Apple Cider Vinegar: Hero Ingredient Or Teeth-Destroying Fad?

By Ellie Smith

3 months ago

The health benefits and the dangers of the A-list favourite

While once something of a taboo subject, gut health is everywhere these days. It was highlighted as one of the key trends shaping the wellness landscape in McKinsey’s latest Future of Wellness research, and TikTok’s #GutTok hashtag has had over 1.2 billion views. It’s no surprise, then, that when an ingredient promising to improve our gut microbiome pops up, there’s lots of interest. The latest gut health hero? Apple cider vinegar.

The health benefits of apple cider vinegar have been talked about for centuries, but the ingredient has re-entered the spotlight lately, in no small part thanks to Victoria Beckham, who recently revealed she gulps down a spoonful every morning. And she’s not the only one: Katy Perry, Jennifer Aniston and Hailey Bieber are all at it too. This A-list endorsement has sparked a TikTok trend, with users joining the #applecidervinegarchallenge, which sees them downing a shot each morning for a dedicated period of time, hoping to reap some of the proposed benefits, which include reduced bloating, glowing skin and even weight loss. But is apple cider vinegar all it’s cracked up to be?

What Is Apple Cider Vinegar?

Apple cider vinegar is made by fermenting the sugars from apples, which turns them into acetic acid. The substance can be either filtered, a clear liquid which has been filtered to remove the ‘mother’, or unfiltered, which is darker and has bits floating around in it. While the former may look more appealing, the unfiltered version contains the beneficial bacteria.

Cyder vinegar Aspall

What Are The Health Benefits?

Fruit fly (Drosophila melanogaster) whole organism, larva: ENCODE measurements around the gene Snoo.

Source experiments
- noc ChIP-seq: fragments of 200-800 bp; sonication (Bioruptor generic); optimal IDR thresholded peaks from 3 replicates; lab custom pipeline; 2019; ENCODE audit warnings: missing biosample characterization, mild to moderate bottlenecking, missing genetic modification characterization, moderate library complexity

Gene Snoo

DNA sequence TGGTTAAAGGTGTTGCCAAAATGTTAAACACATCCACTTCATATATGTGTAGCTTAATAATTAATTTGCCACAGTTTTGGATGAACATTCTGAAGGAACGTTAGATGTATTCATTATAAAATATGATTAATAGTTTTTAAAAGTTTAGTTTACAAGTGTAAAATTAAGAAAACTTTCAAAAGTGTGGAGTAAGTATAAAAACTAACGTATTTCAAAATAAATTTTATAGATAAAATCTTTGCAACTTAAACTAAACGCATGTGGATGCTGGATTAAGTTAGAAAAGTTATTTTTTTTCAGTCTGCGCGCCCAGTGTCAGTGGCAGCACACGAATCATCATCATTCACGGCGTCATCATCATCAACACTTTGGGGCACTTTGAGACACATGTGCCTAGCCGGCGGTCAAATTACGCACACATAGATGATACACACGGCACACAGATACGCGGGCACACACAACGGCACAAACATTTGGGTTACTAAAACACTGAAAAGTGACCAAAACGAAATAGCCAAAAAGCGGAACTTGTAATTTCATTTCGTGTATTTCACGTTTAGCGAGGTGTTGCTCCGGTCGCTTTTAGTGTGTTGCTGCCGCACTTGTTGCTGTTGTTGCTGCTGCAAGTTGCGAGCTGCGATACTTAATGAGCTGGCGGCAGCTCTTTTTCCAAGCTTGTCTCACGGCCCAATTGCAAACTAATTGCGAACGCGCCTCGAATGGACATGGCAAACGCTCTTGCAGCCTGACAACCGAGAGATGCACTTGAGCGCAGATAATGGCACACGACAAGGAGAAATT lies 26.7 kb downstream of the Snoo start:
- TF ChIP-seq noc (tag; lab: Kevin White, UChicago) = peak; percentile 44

Vinegar has been used for centuries – both in cooking and for medicinal purposes. In Ancient Greece, Hippocrates prescribed it for ailments like coughs and colds, and by the Middle Ages it had developed a reputation as a digestive aid. Nowadays, it’s touted as a cure-all for everything from lowering cholesterol to fighting infection. But is all this backed up by science?

Many nutritionists agree apple cider vinegar has potential health benefits, particularly surrounding gut health. That’s because of its acetic acid content, which can help your body digest food, plus the bacterial content, which can help support your microbiome. Nutrition health coach Paola Langella tells us: ‘Apple cider vinegar has digestion benefits – it can improve the breakdown of food and support the growth of beneficial bacteria in the gut.’

There’s also some research to suggest apple cider vinegar can improve blood sugar control. Paola explains: ‘It may also assist in lowering blood sugar levels by enhancing insulin sensitivity and slowing down the absorption of sugars after a meal.’ This is supported by a review of several small clinical trials, which found that people who consumed apple cider vinegar for eight to 12 weeks experienced reductions in their blood sugar levels.